The important thing to remember when ordering is that the trim levels are available with all those goodies regardless of which battery size or motor power you opt for. Out review model (pictured here) was the 160kW Evolve. 

The larger battery capacity models come with an additional benefit apart from extended range - and that's 22kW charging. This boost to AC charging speeds might mean you can get faster charging in more locations, faster than the standard 7.4kW offered.

Of course, for the fastest charging, you'll be using the DC rapid charging, with support up to 130kW. This isn't the fastest out there - Hyundai offers 350kW charging - so you'll get over 200 miles in 30 minutes on the larger battery size.

Onto the range and below are the official Ariya range figures from Nissan: 

  • 63kW - 250 miles (2WD)
  • 87kW - 329 miles (2WD)
  • 87kW - 310 miles (e-4ORCE)

During our test driving, we managed to achieve an average of 4.9 miles per kWh, which would equate to 308 miles compared to Nissan's figure of 250 miles (WLTP) on the 63kW two-wheel drive model.

The real-world range will always depend on driving conditions, driving style, how the car is loaded, but there are some impressive figures here and the results we got were achieved without any effort to make any real efficiency sacrifices - but we'll update this figure if and when we get to spend more time driving the Ariya.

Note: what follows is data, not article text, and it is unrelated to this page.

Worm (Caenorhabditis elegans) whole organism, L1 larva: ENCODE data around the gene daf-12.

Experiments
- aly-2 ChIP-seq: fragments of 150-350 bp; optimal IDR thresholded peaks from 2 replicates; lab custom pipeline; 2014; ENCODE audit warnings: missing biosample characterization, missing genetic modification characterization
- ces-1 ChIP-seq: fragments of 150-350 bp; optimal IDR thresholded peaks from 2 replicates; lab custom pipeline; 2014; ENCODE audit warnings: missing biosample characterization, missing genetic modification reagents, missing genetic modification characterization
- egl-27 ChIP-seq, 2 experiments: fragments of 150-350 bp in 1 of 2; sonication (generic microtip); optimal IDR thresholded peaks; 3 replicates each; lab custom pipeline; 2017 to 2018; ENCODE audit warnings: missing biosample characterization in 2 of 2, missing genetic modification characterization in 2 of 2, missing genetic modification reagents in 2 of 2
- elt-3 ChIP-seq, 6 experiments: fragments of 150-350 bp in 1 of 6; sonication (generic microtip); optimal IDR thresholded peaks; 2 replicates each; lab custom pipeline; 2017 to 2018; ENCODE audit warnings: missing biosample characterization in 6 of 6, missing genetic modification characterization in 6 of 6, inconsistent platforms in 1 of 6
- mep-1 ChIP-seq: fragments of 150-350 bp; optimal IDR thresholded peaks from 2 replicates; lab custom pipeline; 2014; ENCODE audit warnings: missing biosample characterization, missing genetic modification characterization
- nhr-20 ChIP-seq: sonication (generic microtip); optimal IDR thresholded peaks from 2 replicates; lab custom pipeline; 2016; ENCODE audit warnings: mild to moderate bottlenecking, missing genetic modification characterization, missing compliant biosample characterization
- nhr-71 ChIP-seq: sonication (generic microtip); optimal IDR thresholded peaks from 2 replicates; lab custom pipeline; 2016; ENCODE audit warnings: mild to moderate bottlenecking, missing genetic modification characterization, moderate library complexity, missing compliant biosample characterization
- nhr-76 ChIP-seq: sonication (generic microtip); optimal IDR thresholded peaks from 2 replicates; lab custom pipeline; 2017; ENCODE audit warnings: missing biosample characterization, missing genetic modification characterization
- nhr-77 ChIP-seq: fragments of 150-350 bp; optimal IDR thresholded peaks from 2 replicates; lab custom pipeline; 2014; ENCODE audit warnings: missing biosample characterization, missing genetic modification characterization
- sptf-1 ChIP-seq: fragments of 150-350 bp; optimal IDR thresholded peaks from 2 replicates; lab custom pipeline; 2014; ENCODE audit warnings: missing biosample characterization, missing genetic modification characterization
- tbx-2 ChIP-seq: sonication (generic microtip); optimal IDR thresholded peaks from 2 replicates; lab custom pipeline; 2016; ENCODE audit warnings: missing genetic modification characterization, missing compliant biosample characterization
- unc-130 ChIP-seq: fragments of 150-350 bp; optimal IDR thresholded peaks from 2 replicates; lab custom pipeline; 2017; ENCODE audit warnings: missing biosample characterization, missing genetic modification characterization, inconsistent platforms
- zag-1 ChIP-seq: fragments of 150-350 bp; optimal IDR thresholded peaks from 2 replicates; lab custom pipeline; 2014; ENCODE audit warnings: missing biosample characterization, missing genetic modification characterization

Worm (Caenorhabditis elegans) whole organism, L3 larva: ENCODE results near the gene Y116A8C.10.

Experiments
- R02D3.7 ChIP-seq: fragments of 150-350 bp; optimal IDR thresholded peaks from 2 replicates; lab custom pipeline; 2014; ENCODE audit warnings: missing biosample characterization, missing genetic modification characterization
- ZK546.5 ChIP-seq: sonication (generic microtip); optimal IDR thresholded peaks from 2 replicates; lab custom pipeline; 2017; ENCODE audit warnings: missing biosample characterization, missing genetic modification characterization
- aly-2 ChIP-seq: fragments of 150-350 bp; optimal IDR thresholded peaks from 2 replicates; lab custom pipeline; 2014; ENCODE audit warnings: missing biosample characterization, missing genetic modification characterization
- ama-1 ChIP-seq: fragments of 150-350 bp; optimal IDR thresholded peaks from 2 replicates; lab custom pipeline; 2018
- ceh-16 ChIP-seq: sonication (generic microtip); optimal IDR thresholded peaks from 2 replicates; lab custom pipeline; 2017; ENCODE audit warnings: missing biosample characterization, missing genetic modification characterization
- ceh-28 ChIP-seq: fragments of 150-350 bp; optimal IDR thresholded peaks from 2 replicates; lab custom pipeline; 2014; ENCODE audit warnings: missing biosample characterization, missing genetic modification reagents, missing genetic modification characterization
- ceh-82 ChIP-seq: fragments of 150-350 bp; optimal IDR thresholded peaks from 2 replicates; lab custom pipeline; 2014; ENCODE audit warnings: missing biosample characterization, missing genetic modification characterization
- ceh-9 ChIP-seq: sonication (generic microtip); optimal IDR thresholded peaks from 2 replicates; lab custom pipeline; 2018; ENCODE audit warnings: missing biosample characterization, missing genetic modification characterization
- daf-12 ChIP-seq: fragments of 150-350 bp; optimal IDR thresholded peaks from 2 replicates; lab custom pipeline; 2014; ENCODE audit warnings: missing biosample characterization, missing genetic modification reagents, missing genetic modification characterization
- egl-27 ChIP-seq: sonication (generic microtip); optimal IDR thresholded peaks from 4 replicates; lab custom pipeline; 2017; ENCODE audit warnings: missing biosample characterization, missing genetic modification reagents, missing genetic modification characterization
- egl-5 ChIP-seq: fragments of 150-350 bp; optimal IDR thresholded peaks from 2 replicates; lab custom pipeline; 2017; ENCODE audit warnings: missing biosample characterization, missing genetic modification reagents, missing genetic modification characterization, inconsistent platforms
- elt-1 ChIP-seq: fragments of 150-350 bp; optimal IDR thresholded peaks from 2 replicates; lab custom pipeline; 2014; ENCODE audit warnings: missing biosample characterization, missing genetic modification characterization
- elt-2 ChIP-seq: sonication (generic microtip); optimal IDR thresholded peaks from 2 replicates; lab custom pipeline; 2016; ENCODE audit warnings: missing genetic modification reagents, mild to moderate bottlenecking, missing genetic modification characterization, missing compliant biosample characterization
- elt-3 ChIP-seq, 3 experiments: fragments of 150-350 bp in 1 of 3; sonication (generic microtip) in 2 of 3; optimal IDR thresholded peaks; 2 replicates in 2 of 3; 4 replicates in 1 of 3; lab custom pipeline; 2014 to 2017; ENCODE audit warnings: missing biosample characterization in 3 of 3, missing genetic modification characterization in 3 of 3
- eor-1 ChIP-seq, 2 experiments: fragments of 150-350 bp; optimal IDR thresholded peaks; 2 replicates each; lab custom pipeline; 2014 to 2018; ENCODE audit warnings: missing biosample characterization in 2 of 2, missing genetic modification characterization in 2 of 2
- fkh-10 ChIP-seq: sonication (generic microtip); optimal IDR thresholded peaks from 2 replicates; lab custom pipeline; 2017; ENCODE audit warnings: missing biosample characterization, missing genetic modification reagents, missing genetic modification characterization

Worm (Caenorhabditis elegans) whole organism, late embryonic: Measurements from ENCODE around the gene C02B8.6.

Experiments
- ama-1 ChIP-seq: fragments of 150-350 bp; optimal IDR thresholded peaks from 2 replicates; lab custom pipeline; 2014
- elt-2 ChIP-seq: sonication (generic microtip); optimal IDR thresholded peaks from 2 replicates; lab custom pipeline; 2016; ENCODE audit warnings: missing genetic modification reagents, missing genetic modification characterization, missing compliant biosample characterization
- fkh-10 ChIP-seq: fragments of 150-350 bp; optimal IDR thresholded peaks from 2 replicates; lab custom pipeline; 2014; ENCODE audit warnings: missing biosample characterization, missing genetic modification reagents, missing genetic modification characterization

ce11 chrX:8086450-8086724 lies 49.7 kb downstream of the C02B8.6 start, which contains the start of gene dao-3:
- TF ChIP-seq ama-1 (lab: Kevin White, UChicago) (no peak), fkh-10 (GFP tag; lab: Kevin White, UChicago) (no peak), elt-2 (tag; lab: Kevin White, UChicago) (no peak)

The Ariya is also nice to drive. That commanding seating position gives great visibility with the steering weighting up nicely through turns to give it more feel. It rides and handles well, although we mostly drove it on smooth roads, so we can't say for certain how it will behave through potholes and on broken surfaces. 

The faster speeds fall to the e-4ORCE model (that's the all-wheel drive version remember), with a 0-62 time of 5.7 seconds and a top speed of 124 miles per hour. That's not hugely fast and won't give Tesla Model Y owners anything to worry about. 

The e-4ORCE model here is really about optimising onroad experience and giving you more power, not really any competition for the Toyota bZ4X's more enhanced off-road abilities.

The two-wheel drive options are looking at a slightly more leisurely 0-62mph time of 7.5 seconds, rather more average, but perfectly fast enough to most typical drivers.  

There is a sense of quality and refinement and like other electric cars, the benefit of having the power smoothly and instantly available when you put your foot down gives electric the edge over conventional models.

There are also other options, with both a straight D drive mode and a B battery mode that gives a little more regen on lift-off. You can then opt for the ePedal - toggled via a button - which reduces the need to use the brakes further, and is great for town driving.

There are driving modes too - sport, standard, eco - and the surprising thing here is that eco here has no regen at all. The idea is that when you lift off the power, the car will coast, avoiding the braking effect of regen that would slow you down. As such, eco mode is great for motorway driving. 

You can't manually change the regen levels, they're accessed through these different options and they all seem to work well enough and, importantly, they're all easy to get to grips with. 

Electric cars are known for being quiet and that's true here. There's an active noise cancelling system in the Ariya designed to remove other external noises and the result is a refined cabin. Wind noise is minimal, the only real intrusion coming from the tyres.